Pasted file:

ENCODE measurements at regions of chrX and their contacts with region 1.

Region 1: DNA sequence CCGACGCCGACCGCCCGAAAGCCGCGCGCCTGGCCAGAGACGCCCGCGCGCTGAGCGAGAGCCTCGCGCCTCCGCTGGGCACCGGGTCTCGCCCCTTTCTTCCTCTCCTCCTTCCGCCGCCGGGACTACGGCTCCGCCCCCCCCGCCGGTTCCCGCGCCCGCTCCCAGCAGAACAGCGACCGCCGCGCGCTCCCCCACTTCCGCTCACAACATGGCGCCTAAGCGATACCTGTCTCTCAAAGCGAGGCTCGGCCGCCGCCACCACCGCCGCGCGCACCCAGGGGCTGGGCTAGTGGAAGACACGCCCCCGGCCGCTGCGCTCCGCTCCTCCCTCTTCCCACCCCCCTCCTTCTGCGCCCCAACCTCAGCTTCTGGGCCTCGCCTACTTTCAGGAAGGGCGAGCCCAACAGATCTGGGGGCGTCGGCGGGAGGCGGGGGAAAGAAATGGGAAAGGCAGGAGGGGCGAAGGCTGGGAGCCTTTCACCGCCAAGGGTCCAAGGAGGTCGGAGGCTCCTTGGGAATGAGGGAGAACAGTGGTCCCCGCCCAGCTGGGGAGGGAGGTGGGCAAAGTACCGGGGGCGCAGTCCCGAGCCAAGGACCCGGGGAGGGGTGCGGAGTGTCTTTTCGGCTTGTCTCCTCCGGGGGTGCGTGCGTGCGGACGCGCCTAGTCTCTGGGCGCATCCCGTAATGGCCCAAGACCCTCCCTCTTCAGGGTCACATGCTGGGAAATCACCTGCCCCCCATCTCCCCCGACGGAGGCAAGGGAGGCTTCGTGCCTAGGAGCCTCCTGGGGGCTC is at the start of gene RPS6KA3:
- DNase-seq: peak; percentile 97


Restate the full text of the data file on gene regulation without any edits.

ENCODE measurements at regions of chrX and their contacts with region 1.

Region 1: DNA sequence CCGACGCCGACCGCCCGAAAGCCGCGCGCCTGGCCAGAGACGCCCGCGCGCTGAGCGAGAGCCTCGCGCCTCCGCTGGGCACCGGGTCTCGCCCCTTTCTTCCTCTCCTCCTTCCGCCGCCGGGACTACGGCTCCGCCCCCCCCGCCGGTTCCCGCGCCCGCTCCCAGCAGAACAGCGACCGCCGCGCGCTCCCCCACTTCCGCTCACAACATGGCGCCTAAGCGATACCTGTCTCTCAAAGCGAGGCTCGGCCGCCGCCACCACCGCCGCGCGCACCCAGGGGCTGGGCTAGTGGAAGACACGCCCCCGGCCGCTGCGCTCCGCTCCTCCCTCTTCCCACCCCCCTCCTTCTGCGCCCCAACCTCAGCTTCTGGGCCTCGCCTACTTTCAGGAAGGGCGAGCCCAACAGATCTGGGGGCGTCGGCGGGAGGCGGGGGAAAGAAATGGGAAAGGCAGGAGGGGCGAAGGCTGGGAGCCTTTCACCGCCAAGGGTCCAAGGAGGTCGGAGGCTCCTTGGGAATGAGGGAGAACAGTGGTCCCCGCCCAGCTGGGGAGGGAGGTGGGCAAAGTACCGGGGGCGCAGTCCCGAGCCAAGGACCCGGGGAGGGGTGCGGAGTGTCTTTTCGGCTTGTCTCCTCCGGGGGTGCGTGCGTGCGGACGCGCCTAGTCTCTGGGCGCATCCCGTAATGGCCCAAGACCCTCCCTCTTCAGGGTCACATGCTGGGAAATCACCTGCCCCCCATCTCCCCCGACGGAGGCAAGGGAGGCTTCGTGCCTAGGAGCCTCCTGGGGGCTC is at the start of gene RPS6KA3:
- DNase-seq: peak; percentile 97